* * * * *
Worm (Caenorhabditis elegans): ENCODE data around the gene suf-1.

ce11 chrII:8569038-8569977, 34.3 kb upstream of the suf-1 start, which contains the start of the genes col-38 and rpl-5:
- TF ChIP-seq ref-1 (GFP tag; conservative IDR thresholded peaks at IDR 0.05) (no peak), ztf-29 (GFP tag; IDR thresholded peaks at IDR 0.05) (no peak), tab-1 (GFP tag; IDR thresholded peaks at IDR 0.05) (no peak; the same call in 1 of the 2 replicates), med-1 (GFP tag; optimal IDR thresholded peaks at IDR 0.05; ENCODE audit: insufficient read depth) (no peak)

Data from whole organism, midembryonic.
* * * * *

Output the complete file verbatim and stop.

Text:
Worm (Caenorhabditis elegans): ENCODE data around the gene suf-1.

ce11 chrII:8569038-8569977, 34.3 kb upstream of the suf-1 start, which contains the start of the genes col-38 and rpl-5:
- TF ChIP-seq ref-1 (GFP tag; conservative IDR thresholded peaks at IDR 0.05) (no peak), ztf-29 (GFP tag; IDR thresholded peaks at IDR 0.05) (no peak), tab-1 (GFP tag; IDR thresholded peaks at IDR 0.05) (no peak; the same call in 1 of the 2 replicates), med-1 (GFP tag; optimal IDR thresholded peaks at IDR 0.05; ENCODE audit: insufficient read depth) (no peak)

Data from whole organism, midembryonic.